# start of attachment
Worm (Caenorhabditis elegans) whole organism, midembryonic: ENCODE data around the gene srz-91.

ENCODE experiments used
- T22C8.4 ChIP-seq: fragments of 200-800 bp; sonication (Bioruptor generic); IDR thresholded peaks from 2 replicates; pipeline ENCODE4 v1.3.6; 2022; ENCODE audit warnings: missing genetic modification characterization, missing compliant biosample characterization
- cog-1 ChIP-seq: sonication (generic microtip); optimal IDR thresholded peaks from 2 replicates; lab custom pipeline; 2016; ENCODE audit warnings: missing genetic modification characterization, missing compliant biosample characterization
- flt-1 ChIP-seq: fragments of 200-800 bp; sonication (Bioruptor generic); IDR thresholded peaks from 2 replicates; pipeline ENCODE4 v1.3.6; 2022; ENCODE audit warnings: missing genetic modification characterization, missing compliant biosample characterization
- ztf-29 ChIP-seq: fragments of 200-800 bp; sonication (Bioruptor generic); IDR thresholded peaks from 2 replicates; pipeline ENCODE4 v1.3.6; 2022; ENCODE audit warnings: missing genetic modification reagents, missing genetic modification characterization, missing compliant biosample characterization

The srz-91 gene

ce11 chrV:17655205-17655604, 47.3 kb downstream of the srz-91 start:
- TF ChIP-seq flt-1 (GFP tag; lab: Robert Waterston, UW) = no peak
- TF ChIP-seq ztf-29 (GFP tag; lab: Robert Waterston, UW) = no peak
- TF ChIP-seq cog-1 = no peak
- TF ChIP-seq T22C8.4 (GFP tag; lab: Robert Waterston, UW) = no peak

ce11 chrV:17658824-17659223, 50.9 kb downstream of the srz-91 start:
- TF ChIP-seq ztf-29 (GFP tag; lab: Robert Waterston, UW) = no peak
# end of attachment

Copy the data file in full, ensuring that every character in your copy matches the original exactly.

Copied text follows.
Worm (Caenorhabditis elegans) whole organism, midembryonic: ENCODE data around the gene srz-91.

ENCODE experiments used
- T22C8.4 ChIP-seq: fragments of 200-800 bp; sonication (Bioruptor generic); IDR thresholded peaks from 2 replicates; pipeline ENCODE4 v1.3.6; 2022; ENCODE audit warnings: missing genetic modification characterization, missing compliant biosample characterization
- cog-1 ChIP-seq: sonication (generic microtip); optimal IDR thresholded peaks from 2 replicates; lab custom pipeline; 2016; ENCODE audit warnings: missing genetic modification characterization, missing compliant biosample characterization
- flt-1 ChIP-seq: fragments of 200-800 bp; sonication (Bioruptor generic); IDR thresholded peaks from 2 replicates; pipeline ENCODE4 v1.3.6; 2022; ENCODE audit warnings: missing genetic modification characterization, missing compliant biosample characterization
- ztf-29 ChIP-seq: fragments of 200-800 bp; sonication (Bioruptor generic); IDR thresholded peaks from 2 replicates; pipeline ENCODE4 v1.3.6; 2022; ENCODE audit warnings: missing genetic modification reagents, missing genetic modification characterization, missing compliant biosample characterization

The srz-91 gene

ce11 chrV:17655205-17655604, 47.3 kb downstream of the srz-91 start:
- TF ChIP-seq flt-1 (GFP tag; lab: Robert Waterston, UW) = no peak
- TF ChIP-seq ztf-29 (GFP tag; lab: Robert Waterston, UW) = no peak
- TF ChIP-seq cog-1 = no peak
- TF ChIP-seq T22C8.4 (GFP tag; lab: Robert Waterston, UW) = no peak

ce11 chrV:17658824-17659223, 50.9 kb downstream of the srz-91 start:
- TF ChIP-seq ztf-29 (GFP tag; lab: Robert Waterston, UW) = no peak